Specific elements of dances communicate distance and direction information.

Dances of Apis mellifera occur on the vertical surfaces of the dark hive, so hivemates must feel the motions of the dancing forager. The waggle of the dance, which occurs only when the distance to food is more than 20 meters from the hive, is done at an angle that describes the direction of the source.  If the waggle is done in a directly vertical direction, the food is in the direction of the sun at that moment (Alcock 2005).  If the waggle is done directly down, the source is in the opposite direction of the sun.  In the image below, the angle (alpha) represents the direction of the food source in relation to the sun, and the dancer is incorporating this angle into the waggle of her dance (Image: Adriusa).

Waggle Dance Diagram

The dancing bee can also convey distance information to her hivemates, either by the duration of the dance or by the number of dance revolutions she makes in a set time period (Alcock 2005). If the distance to a food source is less than 20 meters from the hive, a round dance will be performed without a waggle component.  If the food source is between 20 and 80 meters away, foragers may use either the round or the waggle dance, and if the source is more than 80 meters away, foragers will use the waggle dance exclusively (Tautz 2003).

In the 1960's, von Frisch investigated how bees respond to the dances of their hivemates in order to establish that they are able to communicate both distance and direction information.  When a forager discovered a food source (labeled F in the image below), she returned to the hive and performed a waggle dance.  The direction that each hivemates traveled after observing the dance was recorded and the results are shown in the diagram (Image: Alcock Figure 7.23A).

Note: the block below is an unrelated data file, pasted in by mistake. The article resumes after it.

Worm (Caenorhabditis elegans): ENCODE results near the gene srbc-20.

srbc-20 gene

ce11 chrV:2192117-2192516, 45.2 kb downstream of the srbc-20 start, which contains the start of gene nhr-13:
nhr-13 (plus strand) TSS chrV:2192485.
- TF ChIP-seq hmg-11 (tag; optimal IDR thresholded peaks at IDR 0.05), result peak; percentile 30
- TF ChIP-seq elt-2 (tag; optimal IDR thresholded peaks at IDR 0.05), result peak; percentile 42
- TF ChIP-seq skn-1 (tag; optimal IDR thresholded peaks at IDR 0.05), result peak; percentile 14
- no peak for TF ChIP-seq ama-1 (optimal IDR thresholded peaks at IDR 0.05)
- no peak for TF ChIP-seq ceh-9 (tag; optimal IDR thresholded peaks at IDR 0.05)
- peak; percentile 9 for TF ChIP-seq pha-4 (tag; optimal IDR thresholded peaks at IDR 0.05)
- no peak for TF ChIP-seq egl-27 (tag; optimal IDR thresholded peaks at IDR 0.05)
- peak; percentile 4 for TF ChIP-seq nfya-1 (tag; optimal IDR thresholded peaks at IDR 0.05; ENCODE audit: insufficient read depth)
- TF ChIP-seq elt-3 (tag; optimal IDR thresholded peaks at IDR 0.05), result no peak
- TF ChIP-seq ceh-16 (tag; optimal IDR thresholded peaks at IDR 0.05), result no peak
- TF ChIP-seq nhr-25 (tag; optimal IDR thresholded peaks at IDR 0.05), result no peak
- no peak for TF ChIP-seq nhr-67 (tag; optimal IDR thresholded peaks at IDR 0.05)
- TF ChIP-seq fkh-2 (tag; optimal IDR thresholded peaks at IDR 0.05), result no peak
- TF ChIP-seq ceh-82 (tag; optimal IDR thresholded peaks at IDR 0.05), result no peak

The diagram shows clearly that a  significant majority of the bees flew in the direction of the food source. This observation shows that bees are able to take in information about the direction of a food source from a hivemate's dance.  Once it was established that bees can communicate the direction of  a food source, von Frisch investigated whether bees can also communicate distance information.

The image to the right describes the results of an experiment in which the distance that bees traveled after observing a waggle dance was recorded (Image: Alcock Figure 7.23B).  Just as directional information was clearly obtained by observing the dance, distance information was also accurately transmitted to hivemates. The number of bees that traveled to sites around the food source was recorded and it was shown that most bees traveled the distance at which the original forager discovered food (von Frisch, 1967). 

Today, investigators are trying to assess how foragers are able to gauge the location of food accurately in order to pass the information on to hivemates.  Work done by DeMarco and Menzel suggest that bees' ability to discern distance information is based on a landmark dependent, visual sense rather than an innate map sense (DeMarco 2005).  Experiments that altered the way foragers interpreted landmarks resulted in a subsequent change in the information they transmitted through their dances.  This finding provides some insight into how these bees navigate to and from their hives.